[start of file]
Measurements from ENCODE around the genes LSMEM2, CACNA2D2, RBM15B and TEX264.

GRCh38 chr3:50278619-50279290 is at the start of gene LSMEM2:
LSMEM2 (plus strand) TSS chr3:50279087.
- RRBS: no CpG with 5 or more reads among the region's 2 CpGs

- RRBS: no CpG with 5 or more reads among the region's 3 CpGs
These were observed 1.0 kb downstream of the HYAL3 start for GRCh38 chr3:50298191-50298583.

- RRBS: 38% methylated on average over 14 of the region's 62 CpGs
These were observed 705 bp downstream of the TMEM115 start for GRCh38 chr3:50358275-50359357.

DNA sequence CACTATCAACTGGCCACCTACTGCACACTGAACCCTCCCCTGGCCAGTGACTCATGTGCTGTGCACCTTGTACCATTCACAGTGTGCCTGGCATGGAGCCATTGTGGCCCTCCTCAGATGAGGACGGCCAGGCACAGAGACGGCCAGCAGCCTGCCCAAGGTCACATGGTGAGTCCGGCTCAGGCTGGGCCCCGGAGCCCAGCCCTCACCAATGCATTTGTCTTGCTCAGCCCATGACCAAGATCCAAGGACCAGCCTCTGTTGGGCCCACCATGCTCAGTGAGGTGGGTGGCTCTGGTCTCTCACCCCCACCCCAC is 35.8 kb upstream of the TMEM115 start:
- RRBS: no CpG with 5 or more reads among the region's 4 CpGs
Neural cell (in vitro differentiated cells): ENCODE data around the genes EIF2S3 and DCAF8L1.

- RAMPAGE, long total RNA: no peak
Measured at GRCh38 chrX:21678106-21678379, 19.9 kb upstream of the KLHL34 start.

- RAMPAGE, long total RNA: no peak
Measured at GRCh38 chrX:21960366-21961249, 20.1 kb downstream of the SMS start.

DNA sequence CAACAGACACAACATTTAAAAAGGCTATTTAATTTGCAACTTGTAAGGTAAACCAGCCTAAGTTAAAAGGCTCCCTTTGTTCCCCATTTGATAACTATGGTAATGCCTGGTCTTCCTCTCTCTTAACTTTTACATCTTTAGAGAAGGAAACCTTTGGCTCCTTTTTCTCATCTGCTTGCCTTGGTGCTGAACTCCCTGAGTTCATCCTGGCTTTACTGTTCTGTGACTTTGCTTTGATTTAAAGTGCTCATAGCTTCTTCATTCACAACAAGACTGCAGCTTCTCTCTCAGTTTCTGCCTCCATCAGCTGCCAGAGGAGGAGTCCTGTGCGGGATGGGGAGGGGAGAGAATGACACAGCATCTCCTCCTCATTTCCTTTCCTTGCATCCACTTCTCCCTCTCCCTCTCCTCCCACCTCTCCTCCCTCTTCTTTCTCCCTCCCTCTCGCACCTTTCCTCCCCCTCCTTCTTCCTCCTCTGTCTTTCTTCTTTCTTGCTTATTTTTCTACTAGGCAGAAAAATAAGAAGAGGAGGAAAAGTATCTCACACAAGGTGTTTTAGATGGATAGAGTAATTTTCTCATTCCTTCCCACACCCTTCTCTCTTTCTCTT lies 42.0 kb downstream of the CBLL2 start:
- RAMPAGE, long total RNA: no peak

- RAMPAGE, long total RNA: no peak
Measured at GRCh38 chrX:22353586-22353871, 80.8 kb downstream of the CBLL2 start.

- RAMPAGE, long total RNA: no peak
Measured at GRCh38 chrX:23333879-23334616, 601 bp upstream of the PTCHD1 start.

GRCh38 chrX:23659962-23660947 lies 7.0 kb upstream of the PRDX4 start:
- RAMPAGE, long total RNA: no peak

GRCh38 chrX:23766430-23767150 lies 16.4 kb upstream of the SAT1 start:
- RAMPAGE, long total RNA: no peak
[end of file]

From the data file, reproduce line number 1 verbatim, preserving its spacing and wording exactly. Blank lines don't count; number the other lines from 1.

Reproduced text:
Measurements from ENCODE around the genes LSMEM2, CACNA2D2, RBM15B and TEX264.